Tuesday, tuesday

Predictions are in from political experts that voter turnout on November 5 likely will hit an all-time, apathetic low. Let’s prove them wrong. Here are a few final SN&R recommendations for your visit to the ballot box:

Proposition 51: Can you say disingenuous?

Question: Why does every transportation expert and agency in the state oppose Prop. 51, the so-called “Traffic Congestion Relief and Safe School Bus Trust”? Answer: Because this measure is a corrupt tax grab disguised as a solution to California’s gridlock problems. If passed, Prop. 51 would redirect about $1 billion a year of the state’s general-fund sales-tax revenue to 45 transportation projects. Dozens of these projects are random and are included simply because they benefit the developers who have financed the initiative’s campaign.

Orchestrated by the Planning and Conservation League, Prop. 51 represents the worst kind of disingenuous politics: the kind in which people with money buy favor, the sort where the desired end justifies any means. Also, the measure would be a kick in the stomach to a state with a multi-billion-dollar budget problem, by locking in 17 new categories of spending.

Some say Sacramento would benefit from Prop. 51 because one of the projects increases funds for the American River Parkway. Supporters say we should hold our noses and vote yes. We disagree. Don’t support politics at their worst. Vote NO on Prop. 51.

Proposition 46: A homing bond

The state of California, with its high cost of living and low rate of home ownership, is facing an enormous housing crisis. This bond would move $2.1 billion to cities and counties, nonprofit organizations (such as Habitat for Humanity), private developers and first-time home buyers to build homes and much-needed emergency shelters. Just like Prop. 47, the school-bond measure, Prop. 46 would create almost 300,000 jobs and take advantage of current low-interest rates to solve a major problem in the state. Vote YES on Prop. 46.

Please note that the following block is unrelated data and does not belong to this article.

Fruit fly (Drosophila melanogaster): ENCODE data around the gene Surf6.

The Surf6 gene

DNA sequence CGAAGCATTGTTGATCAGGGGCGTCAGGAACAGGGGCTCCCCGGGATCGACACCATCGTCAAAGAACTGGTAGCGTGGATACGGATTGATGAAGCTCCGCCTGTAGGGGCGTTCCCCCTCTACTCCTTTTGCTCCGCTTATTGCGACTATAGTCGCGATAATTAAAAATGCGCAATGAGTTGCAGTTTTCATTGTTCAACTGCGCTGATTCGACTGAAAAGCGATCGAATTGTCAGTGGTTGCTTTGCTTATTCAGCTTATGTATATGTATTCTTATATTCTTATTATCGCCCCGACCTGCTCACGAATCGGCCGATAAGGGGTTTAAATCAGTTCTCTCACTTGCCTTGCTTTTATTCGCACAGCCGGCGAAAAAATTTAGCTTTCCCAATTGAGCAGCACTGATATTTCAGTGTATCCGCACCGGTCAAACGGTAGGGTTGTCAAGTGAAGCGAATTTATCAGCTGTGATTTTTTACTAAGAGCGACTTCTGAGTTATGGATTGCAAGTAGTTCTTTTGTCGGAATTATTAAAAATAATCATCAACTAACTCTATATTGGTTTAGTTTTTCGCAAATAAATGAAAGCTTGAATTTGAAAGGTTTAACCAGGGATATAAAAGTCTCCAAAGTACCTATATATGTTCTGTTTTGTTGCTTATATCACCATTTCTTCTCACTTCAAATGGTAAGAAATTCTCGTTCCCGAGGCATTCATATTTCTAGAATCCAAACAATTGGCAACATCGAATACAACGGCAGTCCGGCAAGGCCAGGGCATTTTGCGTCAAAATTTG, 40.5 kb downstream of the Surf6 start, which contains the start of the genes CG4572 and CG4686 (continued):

Proposition 49: Terminate this

Prop. 49 sounds great. What could be bad about supporting after-school programs for elementary and junior high schools? But it turns out that Arnold Schwarzenegger’s “After School Education and Safety Program Act of 2002” isn’t so great after all. The measure would take the state’s existing $120 million before-and-after-school program and increase it to $550 million a year. Funds would be taken each year automatically, and the program would receive special protection from budget cuts that is not afforded to other priorities, such as public safety, social-service programs and environmental protection. Also, Prop. 49 would give as much money or more to the schools that serve wealthy kids as to the ones that serve poor kids. Vote NO on Prop. 49.